Veery and Gray-cheeked Thrush

Left: Veery (Catharus fuscescens) and Right: Gray-cheeked Thrush (Catharus minimus)

There are several thrushes that migrate through North-central Texas in spring. The catharus thrushes present certain identification problems for birders in the field.

The Wood Thrush is not a catharus thrush, and because of the very bold spotting on the breast, I don't include it here as a identification challenge with the other related species in the study area.

The only catharus thrush observed in winter within North-central Texas is a Hermit Thrush. It is generally not observed with other catharus thrushes during spring migration as it has generally moved out by early April. It also has a significant color change on the tail, so that when seen from the rear or side, it is a rather easy bird to identify.

The three catharus thrushes that generally pose the biggest challenge in the field during spring migration are Swainson's Thrush, Gray-cheeked Thrush, and Veery.

The Swainson's Thrush is by far the most common spring migrant of the three. On some spring days, it can seem that Swainson's Thrushes are everywhere one looks. It is a fairly easy field ID if the face can be seen since they have very large spectacles that run into the lores. It is not illustrated here since study skins don't show that field mark around the eye very well. I have added a photo below.

Swainson's Thrush - Photo by Peter Assman.

Veery and Gray-cheeked Thrush are rare in spring and pose the bigger challenge. Birders in the field usually confuse Swainson's Thrush with one of these two species. The color difference between the VEER and GCTH (and even between Swainson's Thrush) are fairly significant as seen above. Swainson's Thrush is generally intermediate between the two species illustrated above. Veery and Gray-cheeked Thrush are each at one end of brown spectrum. Veery is largely a warm, reddish-brown while Gray-cheeked Thrush is largely gray-brown. However, the natural color these two species can be difficult to see in shaded habitat.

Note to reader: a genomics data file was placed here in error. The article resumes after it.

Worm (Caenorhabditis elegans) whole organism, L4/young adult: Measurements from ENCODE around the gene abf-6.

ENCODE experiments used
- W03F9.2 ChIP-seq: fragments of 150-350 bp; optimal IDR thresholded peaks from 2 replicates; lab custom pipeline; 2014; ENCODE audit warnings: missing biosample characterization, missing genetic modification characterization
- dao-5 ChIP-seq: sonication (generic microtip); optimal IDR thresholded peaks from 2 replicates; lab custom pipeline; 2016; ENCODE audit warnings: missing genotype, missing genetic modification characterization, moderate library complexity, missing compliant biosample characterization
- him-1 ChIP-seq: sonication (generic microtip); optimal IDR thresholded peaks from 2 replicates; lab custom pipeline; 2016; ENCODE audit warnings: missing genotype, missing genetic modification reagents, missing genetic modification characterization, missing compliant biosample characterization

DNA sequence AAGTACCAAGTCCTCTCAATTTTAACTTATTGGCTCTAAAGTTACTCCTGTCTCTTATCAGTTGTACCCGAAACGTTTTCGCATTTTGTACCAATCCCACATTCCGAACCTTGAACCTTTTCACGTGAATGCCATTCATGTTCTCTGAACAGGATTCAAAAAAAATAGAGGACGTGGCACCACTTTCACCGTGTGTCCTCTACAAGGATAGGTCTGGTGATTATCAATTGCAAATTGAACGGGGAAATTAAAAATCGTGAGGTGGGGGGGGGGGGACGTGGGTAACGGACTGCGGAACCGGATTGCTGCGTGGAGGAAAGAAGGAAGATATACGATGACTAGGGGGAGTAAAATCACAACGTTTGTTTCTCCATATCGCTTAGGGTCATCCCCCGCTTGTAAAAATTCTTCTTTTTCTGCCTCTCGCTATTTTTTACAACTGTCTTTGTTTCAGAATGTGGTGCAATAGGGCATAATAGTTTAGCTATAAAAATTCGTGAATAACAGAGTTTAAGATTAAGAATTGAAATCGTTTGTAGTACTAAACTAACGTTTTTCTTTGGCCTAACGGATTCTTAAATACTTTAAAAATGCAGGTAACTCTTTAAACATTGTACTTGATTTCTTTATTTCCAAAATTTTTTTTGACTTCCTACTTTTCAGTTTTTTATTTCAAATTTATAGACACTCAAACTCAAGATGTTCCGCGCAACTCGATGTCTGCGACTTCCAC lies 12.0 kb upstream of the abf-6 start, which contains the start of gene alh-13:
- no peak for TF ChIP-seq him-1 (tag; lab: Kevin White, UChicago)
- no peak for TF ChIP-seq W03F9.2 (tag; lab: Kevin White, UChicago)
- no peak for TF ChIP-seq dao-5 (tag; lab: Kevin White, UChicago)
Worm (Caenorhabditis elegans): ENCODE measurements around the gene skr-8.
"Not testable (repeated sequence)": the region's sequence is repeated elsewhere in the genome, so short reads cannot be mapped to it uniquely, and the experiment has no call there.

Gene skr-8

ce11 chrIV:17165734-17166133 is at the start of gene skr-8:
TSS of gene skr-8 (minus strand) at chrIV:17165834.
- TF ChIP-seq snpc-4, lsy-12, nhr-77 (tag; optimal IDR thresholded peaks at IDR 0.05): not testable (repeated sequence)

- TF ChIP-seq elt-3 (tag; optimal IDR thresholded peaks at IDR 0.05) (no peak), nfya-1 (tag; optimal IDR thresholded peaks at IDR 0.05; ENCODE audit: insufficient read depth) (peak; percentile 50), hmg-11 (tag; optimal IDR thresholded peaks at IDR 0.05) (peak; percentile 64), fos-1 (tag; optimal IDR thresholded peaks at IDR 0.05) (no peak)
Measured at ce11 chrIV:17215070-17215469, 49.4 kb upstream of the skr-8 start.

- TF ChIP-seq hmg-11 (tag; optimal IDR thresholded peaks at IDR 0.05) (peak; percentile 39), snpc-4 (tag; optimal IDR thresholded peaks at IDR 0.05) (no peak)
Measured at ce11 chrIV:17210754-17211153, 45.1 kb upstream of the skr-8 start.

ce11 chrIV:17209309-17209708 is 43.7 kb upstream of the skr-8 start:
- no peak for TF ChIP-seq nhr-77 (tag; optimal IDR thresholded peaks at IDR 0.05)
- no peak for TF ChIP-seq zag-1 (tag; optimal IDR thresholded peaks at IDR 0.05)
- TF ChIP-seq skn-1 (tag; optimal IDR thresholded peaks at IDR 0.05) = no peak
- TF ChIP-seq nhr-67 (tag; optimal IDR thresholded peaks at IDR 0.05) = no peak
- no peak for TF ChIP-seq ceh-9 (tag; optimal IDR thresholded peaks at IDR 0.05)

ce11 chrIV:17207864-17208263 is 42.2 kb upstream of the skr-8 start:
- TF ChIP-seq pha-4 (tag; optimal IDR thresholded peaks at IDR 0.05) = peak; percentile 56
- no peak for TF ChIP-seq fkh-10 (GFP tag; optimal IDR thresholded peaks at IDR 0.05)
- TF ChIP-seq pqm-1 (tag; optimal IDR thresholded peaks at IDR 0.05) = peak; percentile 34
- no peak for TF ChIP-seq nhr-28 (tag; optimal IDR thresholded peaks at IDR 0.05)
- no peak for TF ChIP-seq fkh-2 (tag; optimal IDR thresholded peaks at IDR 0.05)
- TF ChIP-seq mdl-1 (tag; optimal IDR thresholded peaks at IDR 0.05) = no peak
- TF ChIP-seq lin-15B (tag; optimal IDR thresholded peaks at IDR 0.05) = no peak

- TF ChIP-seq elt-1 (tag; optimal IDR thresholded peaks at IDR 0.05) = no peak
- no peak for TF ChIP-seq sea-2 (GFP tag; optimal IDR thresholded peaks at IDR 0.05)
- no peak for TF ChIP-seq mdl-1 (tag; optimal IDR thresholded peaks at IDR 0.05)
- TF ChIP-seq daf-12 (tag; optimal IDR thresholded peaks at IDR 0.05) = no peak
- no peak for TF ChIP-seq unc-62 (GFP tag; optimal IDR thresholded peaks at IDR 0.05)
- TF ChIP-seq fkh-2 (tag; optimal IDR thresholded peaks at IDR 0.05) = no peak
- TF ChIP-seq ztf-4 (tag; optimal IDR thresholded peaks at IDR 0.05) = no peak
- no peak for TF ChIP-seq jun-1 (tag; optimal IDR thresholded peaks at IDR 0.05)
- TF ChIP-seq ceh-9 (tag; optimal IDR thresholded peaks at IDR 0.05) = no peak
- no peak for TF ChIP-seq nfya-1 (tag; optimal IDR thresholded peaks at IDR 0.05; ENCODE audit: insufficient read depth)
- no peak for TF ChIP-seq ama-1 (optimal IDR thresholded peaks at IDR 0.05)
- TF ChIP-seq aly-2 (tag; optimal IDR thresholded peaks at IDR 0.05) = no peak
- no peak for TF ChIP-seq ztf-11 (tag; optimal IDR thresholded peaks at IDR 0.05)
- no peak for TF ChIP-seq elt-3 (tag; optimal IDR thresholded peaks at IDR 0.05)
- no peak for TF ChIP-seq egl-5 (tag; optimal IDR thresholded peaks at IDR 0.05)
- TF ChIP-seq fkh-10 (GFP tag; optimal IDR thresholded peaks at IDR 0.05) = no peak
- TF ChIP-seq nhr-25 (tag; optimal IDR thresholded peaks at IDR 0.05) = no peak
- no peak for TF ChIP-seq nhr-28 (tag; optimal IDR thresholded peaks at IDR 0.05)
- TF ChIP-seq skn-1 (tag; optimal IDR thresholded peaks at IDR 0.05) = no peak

The underside also shows a difference. The Veery (L) has marginal spotting on the upper breast, but it bleeds into a pale buffy wash and disappears quickly as one moves down the breast. Gray-cheeked Thrush (R) and Swainson's Thrush are nearly identical and show darker spotting which extends further down the breast. Neither the Veery nor the Gray-cheeked Thrush show the very significant facial spectacles of a Swainson's Thrush.

Status and Distribution for North-central Texas - Both Veery and Gray-cheeked Thrush are rare spring migrants in North-central Texas. They are not generally observed during fall migration. Wood Thrush is uncommon in spring and rare in fall. Hermit Thrush is mostly an uncommon winter resident and is generally gone from the study area by mid-April.

Veery, Galveston County. Photo by Michael Lindsay

Gray-cheeked Thrush, Brewster County. Photo by Carolyn Ohl